Road to Capitol rooted in Peace Corps

Jul 22--Before launching their careers on Capitol Hill, some congressional lawmakers got their first taste of mudslinging in a productive way — as volunteers in the U.S. Peace Corps. The program has served as an unlikely farm system for future members of Congress. Sen. Chris Dodd and Reps. Sam Farr, Tom Petri, Mike Honda and Steve Driehaus have all been among its ranks.

22 de julio de 2009

And it’s not just elected officials who have served in the Peace Corps before making their way to Washington. Journalist Chris Matthews was in Swaziland from 1968 to 1970, writer Maureen Orth was in Colombia from 1964 to 1966 — the same time as Farr — and current Ambassador to Iraq Chris Hill served in Cameroon from 1974 to 1976. (And he thought Africa was tough.)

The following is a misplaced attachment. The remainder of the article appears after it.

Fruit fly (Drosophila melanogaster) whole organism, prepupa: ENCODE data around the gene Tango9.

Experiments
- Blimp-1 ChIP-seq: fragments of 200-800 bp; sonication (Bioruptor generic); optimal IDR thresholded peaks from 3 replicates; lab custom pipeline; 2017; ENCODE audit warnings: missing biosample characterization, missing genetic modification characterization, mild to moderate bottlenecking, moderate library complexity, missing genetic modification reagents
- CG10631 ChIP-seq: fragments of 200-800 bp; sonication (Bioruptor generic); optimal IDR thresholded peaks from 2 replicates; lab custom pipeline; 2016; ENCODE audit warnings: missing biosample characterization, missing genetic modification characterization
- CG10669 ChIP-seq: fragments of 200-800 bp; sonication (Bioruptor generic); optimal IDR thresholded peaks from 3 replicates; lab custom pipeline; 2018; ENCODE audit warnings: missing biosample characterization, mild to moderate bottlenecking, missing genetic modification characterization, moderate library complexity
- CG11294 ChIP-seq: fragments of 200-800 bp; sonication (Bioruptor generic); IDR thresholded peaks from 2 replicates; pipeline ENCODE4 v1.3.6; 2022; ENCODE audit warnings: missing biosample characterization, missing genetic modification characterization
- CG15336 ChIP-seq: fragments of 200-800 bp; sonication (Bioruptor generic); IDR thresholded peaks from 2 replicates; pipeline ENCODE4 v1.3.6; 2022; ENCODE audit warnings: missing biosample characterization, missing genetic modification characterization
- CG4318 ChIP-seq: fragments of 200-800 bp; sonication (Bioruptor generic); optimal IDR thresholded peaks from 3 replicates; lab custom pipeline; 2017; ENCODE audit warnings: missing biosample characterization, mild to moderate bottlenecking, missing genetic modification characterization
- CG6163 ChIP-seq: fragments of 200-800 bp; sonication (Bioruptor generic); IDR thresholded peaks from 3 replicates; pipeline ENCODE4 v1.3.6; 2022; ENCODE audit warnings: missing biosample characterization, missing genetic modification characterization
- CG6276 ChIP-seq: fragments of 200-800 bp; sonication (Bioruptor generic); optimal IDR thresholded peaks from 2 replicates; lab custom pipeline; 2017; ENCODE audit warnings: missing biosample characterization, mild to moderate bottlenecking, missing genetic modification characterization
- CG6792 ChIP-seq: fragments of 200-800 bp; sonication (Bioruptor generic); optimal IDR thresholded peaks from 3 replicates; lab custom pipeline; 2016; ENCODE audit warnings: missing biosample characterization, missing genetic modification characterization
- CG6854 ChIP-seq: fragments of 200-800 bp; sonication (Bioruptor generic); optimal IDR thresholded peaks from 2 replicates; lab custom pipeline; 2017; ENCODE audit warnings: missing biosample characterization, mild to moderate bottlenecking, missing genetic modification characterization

The Peace Corps, which is hosting an event at the Capitol Visitor Center for staff and interns on Wednesday, gave us a peek at several politicos in their earthy Peace Corps days.

Sen. Chris Dodd (D-Conn.)

Volunteered in the Dominican Republic (1966-68)

“Over 40 years ago, when I arrived in the Dominican Republic as an English major who spoke almost no Spanish, I was asked a question I’ve been asked a thousand times since: ‘Why did you join the Peace Corps?’ The answer was simple: because an American president asked me to. My experience in the Peace Corps was perhaps the most formidable and richest of my life, and it is why I have spent my life in public service and continue to urge others to serve our great nation.”

Rep. Sam Farr (D-Calif.)

Volunteered in Colombia (1964-66)

“For two years, I lived amid severe poverty in Medellin, Colombia, helping the poorest of the poor figure out what they wanted from their government and then working with them to get it. I learned firsthand what contributes to poverty, and I’ve worked four decades to defeat it. As my wife said, I’m still a Peace Corps volunteer at heart; I’ve just changed my barrio.”
Read more here.
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